After posting a long string of watercolours I have accumulated some life work done at various sessions in the new year.
I am a little dissatisfied with my life output particularly after my session with Crawfurd Adamson just before Christmas.
The lighting in many of our local sessions is absysmal and the poses are staid. Trying to get input is difficult as the people running the sessions do not really want or understand the options possible.
I even gave two of the session leaders at different groups a book of poses to help stimulate some variety, but neither was interested.
So all you get is people sitting stiffly on chairs – which is ok, but not everytime.
I am about to go on holiday and have decided that when I return I am going to take some time away from the life studio and work from photographs and sketches and experiment with different styles and techniques. I find this approach difficult in live sessions as you go into them not knowing the model or the pose and because of overcrowding most times you cant even select a viewpoint – on Saturday I was even restricted from sitting or standing, because it affected those behind me.
Anyway enough of this – you can see I need a holiday!
Following my watercolour sketch – Walk in the Woods – I presented a week or so ago, I thought that I would develop it a little. I liked the bands of light and shade created by the beeches in this wood on The Southdowns Way, close to the Cuckmere Valley. I mentioned in the blog that I took some pictures of passing walkers and I put in a couple with their sticks. I also kept the colours muted and resisted my urge to bang in some scarlet amongst the greens. Not sure whether it has the impact of my Dog Walkers where I succumbed to the scarlet urge – but maybe I got some of the calm I experienced on the day. Hope it calms you, also.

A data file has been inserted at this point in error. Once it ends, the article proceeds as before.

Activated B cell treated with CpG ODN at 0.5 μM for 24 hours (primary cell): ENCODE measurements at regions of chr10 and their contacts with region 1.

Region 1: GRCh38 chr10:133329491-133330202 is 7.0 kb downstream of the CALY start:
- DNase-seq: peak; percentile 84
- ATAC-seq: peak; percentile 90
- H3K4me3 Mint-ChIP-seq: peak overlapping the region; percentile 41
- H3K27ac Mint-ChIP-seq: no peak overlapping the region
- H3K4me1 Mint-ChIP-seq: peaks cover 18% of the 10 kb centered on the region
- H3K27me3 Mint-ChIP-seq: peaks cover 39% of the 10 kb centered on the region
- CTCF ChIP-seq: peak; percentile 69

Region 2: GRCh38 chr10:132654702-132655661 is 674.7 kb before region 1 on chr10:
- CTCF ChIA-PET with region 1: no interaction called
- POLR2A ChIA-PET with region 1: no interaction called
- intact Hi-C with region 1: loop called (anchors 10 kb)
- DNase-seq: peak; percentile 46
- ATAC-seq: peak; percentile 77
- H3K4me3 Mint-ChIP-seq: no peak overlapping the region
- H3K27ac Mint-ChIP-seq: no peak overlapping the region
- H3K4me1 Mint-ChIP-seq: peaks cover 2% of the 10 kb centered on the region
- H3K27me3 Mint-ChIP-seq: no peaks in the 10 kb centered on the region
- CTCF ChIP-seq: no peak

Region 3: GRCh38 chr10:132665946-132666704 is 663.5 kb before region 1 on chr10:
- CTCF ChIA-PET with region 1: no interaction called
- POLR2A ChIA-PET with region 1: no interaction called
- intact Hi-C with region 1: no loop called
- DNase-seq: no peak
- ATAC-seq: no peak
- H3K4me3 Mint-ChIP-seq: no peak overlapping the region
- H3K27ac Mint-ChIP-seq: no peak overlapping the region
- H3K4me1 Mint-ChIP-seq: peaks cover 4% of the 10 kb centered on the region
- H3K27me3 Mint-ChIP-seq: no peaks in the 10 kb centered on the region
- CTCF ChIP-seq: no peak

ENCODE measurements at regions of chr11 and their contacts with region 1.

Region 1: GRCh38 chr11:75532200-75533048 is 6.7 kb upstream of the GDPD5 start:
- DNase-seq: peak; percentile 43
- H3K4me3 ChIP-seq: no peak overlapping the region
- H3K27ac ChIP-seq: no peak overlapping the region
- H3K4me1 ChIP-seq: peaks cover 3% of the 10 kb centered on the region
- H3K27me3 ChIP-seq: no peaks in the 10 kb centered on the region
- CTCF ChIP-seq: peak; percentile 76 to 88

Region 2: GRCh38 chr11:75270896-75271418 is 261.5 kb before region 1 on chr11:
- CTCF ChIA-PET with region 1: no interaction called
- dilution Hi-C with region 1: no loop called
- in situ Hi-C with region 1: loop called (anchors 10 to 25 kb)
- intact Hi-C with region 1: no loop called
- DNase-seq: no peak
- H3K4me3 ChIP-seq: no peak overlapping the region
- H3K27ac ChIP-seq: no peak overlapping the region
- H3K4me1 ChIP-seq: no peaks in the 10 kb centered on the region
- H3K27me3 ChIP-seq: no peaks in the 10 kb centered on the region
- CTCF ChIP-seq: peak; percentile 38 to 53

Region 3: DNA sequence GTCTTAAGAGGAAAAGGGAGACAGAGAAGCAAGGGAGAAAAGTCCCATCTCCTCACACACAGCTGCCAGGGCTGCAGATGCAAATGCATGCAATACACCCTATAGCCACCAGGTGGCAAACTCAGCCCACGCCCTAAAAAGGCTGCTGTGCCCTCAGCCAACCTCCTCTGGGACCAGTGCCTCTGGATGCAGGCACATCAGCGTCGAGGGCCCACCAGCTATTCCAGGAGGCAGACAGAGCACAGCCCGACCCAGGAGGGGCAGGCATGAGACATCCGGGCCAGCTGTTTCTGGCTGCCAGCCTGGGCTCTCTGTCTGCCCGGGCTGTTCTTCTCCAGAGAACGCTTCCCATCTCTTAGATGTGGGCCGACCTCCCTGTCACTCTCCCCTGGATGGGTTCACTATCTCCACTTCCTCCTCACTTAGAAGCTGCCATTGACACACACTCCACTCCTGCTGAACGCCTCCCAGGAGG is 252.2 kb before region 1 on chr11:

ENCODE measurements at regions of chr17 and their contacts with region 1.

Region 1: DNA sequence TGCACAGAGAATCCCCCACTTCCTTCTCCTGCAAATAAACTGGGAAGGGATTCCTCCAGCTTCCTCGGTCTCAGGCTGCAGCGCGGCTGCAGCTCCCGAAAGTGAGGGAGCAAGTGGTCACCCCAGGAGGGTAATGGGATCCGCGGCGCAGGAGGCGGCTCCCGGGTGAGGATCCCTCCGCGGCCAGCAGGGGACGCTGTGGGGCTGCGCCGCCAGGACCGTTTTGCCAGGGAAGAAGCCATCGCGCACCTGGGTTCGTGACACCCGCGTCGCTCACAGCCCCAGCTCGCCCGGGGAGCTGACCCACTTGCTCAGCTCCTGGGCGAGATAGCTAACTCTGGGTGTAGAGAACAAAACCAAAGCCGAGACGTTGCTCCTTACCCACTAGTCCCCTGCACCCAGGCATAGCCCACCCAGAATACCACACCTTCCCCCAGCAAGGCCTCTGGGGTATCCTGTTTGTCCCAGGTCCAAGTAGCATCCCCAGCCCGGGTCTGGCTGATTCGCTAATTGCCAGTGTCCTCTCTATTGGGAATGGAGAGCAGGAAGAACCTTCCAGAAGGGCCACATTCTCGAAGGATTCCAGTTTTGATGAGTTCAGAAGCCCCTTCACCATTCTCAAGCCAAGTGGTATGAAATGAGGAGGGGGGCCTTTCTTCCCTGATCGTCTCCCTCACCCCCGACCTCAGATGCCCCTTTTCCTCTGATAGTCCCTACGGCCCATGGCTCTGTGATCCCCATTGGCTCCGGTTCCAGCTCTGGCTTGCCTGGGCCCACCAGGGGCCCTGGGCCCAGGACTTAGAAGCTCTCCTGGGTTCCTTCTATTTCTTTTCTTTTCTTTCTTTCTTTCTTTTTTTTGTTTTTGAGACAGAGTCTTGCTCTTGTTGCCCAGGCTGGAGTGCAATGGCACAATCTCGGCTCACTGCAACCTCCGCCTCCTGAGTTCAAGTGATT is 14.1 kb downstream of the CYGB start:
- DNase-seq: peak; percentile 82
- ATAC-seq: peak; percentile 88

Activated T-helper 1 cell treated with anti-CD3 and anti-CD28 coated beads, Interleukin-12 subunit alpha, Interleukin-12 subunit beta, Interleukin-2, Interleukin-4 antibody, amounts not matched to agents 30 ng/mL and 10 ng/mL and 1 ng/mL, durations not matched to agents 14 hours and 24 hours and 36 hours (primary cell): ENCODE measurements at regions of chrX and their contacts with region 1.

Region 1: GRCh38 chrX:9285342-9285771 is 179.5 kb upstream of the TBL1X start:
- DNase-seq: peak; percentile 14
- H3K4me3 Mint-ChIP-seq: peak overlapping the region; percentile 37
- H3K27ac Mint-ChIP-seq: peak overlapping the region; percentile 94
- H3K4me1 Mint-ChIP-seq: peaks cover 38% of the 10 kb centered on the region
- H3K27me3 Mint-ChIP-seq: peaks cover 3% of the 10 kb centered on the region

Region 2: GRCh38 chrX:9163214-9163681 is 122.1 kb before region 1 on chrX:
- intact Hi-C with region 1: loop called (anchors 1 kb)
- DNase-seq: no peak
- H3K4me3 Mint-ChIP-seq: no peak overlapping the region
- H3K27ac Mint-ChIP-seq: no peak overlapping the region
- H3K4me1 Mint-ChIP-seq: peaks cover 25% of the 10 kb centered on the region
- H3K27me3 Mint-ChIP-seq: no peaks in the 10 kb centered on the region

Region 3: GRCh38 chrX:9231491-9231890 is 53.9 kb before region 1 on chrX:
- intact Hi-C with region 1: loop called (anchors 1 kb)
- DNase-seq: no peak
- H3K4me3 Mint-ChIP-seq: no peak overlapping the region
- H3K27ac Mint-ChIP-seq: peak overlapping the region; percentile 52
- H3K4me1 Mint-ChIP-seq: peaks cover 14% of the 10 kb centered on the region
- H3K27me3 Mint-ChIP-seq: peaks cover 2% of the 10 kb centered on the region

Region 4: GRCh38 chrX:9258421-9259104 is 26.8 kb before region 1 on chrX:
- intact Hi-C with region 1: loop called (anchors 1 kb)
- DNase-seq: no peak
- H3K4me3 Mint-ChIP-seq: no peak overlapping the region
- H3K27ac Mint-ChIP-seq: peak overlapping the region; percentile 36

Yesterday was spent manning an art exhibition I have a few paintings in. The other person scheduled to sit in failed to show, so I was on my own. There were not many callers and I spent my time painting this – so not all was lost. It was from a photo I took last year which I altered considerably, but I loved the figures in the dappled light and the contrast between light and shade. I was quite pleased with the result.
The exhibition is in an unused shop in town we are able to use. I have had some good results in the past, though so far on this exhibition I have only sold one painting – but there are two weeks to go.
You can just see the painting in progress on the easel.
I liked the dark background behind the sunlit fields and path and the way the light was reflecting off the tops of the trees. I tried a block approach, using square brushes, but in hindsight should have primed the paper with a strong undertone. I might then have got a bit of vivacity with the primer showing through, complementing the rough approach.
I must admit to doing this a couple of weeks ago, after the giraffes, but I thought I’d hold it back and release it on the eve of the Chinese year of the dog. With global politics being what they are, I thought an hyena carried some resonances.
This particular one was part of a family living in a drainage culvert under a road in the Etosha Pan in Namibia. Apparently they gave themselves away by their white faeces which is a result of the bone they crunch. With the lorry sitting directly over them, the low frequency reverberations of the engine forced them to come out and investigate.
They did have a look of vulnerability, but I wasn’t going to extend an arm in sympathy.
I had a great photo of my wife in Simons Town on our hotel balcony looking out over the bay but I lost the memory card and many other photos along with it. I thought I might have a go at recreating the image but sadly failed with this wooden affair. The point was the light falling on the subject, lighting up the figure against the blue of the sea, sky and hills. Still, it was a bit of practice.